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Jordan ministers resign over fatal Dead Sea floods

Jordan's education and tourism ministers resign after flash floods killed 21 people, mostly schoolchildren, last week
Civil defence members in Jordan look for survivors after rainstorms unleashed flash floods near Dead Sea in late October (Reuters)

Jordan's education and tourism ministers resigned on Thursday following the deaths of 21 people, mostly schoolchildren on an outing, who were swept away in flash floods near the Dead Sea last week, state media said.

A parliamentary committee formed to investigate the 25 October incident found that some Jordanian ministries were negligent and has prompted questions over how prepared government agencies are to handle such emergencies.

"Education Minister Azmi Mahafzah and Tourism Minister Lina Annab today submitted their resignations to Prime Minister Omar al-Razzaz," a Jordanian official told AFP.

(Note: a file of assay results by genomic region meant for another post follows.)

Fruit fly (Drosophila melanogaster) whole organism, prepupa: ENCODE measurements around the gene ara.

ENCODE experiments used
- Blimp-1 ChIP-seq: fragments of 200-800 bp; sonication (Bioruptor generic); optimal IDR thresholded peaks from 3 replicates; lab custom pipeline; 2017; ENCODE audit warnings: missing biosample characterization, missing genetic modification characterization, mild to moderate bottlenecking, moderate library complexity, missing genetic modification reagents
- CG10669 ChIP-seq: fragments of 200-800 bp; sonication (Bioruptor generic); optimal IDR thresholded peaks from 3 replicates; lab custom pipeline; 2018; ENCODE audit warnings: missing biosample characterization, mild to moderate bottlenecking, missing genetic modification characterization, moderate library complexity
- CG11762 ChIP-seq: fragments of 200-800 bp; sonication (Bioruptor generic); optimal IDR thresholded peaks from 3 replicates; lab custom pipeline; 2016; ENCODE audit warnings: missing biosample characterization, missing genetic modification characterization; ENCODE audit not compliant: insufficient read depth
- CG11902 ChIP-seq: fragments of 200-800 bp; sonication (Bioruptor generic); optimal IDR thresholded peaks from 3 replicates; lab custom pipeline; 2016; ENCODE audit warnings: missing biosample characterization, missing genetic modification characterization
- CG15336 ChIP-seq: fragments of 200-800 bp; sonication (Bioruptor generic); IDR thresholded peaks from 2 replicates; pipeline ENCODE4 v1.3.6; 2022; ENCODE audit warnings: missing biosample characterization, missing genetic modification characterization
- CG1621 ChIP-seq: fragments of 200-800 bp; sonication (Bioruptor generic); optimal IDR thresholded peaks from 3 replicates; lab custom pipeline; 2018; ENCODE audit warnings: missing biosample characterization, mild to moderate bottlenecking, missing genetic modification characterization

State media similarly reported that the two ministers had tendered their resignations.

The resignations followed widespread shock after a school outing was caught up in a flash flood, and dozens swept away.

Pupils, their teachers and minders had stepped out of their bus in a tourist area called Al-Miyah al-Sakhina when they were hit by a flood that washed them towards the sea.

Twenty-one people were killed in the incident, while 37 others were rescued in a major operation involving helicopters and divers.

Annab wrote on Twitter that she was stepping down "in the shadow of the general political climate and the painful period".

Jordan: Flash flood sweeps away school bus, kills at least 20
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Several members of Jordan's parliament called earlier this week for the two ministers to be dismissed because the outing had been authorised in spite of warnings of bad weather.

King Abdullah, who described the disaster as a "huge tragedy," also called on Thursday for an independent committee to be set up to investigate what happened and establish who was to blame.

The floods, which followed torrential rains, poured through valleys and deep ravines, sweeping people, vehicles and livestock to the shores of the Dead Sea.